An older man stood at the bar,
“They closed our mines, they went too far”.
I point out three decades gone,
You’ve held this rage for far too long.
The older chap with bloodshot eyes
Turned his head towards one side,
“I was there in eighty four, when police & trungeons burst through door”-
Yes I know the wound runs deep,
you may still see it in your sleep.
I raise my hand up to my heart,
and tell him my grandfather’s part.
My grandad worked too down the pits,
Back since world war two was it,
He was gentle, kind, and wise,
Yet black lung took him from our lives.
The older man first paused then shrugged,
” Many lives the black lung took”.
Then he paused and raised his glass,
“To those great men who dug the black!”
I drank along and should have stopped,
Too many lives the black lung took.
He pursed his lip the aging gent,
“To live that life was time well spent,
My father dug it, and his too,
And his, and his, as far back as I knew”.
I twitched at this an eyelid bat,
So what of choice sir? Answer that!
Had those coal hole graves still ran,
Would young around here choose a plan?
Or would they just have one straight path,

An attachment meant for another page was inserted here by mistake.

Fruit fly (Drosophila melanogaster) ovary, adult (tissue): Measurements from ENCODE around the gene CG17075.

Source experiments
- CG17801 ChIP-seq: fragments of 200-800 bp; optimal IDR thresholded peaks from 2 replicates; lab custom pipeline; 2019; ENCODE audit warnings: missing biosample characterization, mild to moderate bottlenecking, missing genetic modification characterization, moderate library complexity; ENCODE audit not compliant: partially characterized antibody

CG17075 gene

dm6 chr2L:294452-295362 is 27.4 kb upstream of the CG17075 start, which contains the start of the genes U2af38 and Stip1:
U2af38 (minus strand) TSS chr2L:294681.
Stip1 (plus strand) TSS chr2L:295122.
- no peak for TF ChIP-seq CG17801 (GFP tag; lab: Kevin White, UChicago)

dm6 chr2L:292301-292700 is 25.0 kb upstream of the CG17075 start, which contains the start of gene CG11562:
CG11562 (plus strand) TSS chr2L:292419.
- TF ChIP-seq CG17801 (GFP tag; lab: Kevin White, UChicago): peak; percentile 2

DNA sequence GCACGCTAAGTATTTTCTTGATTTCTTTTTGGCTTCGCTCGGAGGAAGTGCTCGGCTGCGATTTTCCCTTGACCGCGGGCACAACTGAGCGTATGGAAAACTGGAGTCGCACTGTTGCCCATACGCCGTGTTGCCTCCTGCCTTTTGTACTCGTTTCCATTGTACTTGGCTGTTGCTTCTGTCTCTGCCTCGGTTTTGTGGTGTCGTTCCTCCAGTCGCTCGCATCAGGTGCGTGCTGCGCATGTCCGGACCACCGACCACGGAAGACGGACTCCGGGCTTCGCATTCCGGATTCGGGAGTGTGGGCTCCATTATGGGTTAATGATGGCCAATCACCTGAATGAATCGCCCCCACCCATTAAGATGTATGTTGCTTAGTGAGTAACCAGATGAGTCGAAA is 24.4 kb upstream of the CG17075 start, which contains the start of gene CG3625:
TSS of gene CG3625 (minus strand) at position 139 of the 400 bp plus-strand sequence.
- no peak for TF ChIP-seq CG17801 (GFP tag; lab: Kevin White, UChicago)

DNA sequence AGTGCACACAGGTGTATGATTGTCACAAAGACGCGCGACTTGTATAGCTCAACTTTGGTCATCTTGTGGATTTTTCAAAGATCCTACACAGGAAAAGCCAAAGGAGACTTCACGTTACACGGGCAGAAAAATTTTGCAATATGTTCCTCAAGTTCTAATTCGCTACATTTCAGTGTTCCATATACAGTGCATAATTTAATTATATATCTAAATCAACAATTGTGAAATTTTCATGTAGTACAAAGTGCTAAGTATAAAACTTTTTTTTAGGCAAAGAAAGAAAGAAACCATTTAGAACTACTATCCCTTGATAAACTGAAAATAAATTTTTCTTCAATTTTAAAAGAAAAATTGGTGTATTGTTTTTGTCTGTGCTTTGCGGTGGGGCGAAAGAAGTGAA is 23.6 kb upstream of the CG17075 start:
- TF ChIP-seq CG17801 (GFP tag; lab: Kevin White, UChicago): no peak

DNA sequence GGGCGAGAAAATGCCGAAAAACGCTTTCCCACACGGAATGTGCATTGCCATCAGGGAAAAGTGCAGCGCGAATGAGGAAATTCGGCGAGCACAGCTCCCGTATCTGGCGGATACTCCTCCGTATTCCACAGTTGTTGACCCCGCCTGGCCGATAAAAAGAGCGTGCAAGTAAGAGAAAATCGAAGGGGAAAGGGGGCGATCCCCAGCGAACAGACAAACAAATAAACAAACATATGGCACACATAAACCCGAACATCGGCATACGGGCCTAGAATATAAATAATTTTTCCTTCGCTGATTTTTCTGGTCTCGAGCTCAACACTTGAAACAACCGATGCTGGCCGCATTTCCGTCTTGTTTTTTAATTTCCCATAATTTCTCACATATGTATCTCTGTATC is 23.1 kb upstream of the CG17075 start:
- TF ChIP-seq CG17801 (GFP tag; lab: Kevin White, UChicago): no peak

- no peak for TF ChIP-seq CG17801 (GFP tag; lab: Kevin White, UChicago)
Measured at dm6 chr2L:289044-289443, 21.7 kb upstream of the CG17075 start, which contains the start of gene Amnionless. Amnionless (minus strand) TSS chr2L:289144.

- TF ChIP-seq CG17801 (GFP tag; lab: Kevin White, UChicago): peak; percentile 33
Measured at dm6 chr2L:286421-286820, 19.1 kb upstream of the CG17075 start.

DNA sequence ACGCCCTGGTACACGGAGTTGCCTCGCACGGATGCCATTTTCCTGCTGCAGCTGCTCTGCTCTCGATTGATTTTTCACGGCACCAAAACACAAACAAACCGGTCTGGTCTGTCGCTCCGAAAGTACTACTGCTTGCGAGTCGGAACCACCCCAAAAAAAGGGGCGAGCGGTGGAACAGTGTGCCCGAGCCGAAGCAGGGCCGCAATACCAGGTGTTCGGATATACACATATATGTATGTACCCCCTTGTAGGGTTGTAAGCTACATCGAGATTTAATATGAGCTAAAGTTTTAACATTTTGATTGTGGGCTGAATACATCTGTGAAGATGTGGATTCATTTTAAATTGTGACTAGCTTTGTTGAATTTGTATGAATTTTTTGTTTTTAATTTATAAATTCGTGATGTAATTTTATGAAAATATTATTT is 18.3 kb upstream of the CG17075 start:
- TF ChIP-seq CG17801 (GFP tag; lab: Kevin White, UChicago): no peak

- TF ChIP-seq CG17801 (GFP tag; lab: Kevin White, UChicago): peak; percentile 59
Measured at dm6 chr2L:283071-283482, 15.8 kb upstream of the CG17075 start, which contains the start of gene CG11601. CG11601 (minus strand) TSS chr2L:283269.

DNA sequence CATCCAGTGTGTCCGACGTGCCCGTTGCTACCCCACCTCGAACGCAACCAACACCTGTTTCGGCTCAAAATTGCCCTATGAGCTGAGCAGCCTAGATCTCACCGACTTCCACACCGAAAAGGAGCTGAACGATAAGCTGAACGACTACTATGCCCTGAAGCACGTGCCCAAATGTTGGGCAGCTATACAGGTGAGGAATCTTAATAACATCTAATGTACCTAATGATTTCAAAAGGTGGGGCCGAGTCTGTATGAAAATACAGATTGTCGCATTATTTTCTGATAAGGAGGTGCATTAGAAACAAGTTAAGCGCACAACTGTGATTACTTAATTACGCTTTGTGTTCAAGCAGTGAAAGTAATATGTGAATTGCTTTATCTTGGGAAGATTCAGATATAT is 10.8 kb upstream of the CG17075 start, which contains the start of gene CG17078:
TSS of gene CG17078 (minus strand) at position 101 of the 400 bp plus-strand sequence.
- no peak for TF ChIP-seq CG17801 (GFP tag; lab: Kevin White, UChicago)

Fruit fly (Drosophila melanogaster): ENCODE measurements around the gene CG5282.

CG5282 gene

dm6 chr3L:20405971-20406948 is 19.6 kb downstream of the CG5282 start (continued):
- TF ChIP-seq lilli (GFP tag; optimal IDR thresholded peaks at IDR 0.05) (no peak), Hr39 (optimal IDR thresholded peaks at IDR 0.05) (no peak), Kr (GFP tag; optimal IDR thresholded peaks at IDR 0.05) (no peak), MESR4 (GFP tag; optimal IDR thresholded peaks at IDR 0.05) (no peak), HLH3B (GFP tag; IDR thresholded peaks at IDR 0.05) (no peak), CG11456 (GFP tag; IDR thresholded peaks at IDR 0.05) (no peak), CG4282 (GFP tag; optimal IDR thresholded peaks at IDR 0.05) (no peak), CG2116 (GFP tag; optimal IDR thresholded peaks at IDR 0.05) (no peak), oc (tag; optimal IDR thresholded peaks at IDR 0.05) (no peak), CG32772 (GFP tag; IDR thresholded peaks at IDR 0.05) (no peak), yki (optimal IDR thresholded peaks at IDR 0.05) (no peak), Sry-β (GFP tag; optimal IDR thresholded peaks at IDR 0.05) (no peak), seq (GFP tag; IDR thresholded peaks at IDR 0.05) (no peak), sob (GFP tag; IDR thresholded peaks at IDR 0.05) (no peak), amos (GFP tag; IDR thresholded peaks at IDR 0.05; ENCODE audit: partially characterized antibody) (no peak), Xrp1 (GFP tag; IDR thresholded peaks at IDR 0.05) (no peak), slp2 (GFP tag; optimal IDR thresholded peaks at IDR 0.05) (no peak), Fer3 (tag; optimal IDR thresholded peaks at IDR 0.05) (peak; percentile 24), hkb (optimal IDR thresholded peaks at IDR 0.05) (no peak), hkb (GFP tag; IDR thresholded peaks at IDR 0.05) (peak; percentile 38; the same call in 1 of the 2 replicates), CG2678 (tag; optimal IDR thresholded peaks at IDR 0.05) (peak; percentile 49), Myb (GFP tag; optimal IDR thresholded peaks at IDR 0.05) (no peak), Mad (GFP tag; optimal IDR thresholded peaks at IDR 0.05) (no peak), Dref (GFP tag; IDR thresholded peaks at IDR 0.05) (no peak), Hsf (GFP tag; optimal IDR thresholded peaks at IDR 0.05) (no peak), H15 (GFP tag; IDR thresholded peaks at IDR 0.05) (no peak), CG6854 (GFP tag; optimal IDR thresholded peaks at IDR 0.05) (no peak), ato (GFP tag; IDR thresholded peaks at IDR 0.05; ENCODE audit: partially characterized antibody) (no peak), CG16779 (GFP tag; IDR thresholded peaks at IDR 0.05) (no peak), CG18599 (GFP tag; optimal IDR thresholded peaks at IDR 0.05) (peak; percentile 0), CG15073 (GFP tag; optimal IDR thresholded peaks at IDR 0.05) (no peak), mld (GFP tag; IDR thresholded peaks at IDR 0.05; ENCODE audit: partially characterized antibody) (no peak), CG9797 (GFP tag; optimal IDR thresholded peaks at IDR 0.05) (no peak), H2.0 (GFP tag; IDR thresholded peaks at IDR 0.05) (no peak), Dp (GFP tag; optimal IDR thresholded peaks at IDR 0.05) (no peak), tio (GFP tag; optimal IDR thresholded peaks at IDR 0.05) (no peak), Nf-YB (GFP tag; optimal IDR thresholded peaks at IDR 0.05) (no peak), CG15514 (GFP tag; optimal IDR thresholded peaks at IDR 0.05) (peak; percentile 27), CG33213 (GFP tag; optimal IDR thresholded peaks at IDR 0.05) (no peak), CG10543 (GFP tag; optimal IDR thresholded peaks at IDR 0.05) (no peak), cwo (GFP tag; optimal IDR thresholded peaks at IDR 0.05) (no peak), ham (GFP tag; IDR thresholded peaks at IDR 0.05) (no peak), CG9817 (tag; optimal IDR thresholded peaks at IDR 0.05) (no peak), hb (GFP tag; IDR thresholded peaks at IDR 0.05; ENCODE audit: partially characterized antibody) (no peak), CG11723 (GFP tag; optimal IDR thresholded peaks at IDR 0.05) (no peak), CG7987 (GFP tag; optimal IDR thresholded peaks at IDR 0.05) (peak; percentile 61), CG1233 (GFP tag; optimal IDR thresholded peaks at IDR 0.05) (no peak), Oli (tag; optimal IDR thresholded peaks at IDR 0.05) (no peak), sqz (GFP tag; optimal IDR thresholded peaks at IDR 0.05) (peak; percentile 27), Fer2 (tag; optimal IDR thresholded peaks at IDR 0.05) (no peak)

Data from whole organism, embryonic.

No choice, no dreams, just coal dust baths?
The greying fellows face grew lined,
“You did have choices, numbered nine:
Hewers hewed and broke the rock,
Colliers likewise but coal they chopped,
Drillers drilled and blasted ground,
Loaders filled the carts day round,
Putters pushed the loaders carts,
Barrowmen pushed smaller barr’as ab’art,
Hurriers pushed the carts still further,
Timberers sured the tunnels structure,
Brakesmen drove the engines wind,
Breaker boys broke coal all’t time”.
I was impressed I had to say,
More roles than I expected sir, touché.
But I still niggled one last quote,
The fact remains my grandads smote.
My fathers a plumber, my brothers a doc,
I am a writer, my cousins do lots,
Would we be these if there still was a mine?
The old man was quiet, answer declined.
Yet respect these old miners will always have mine.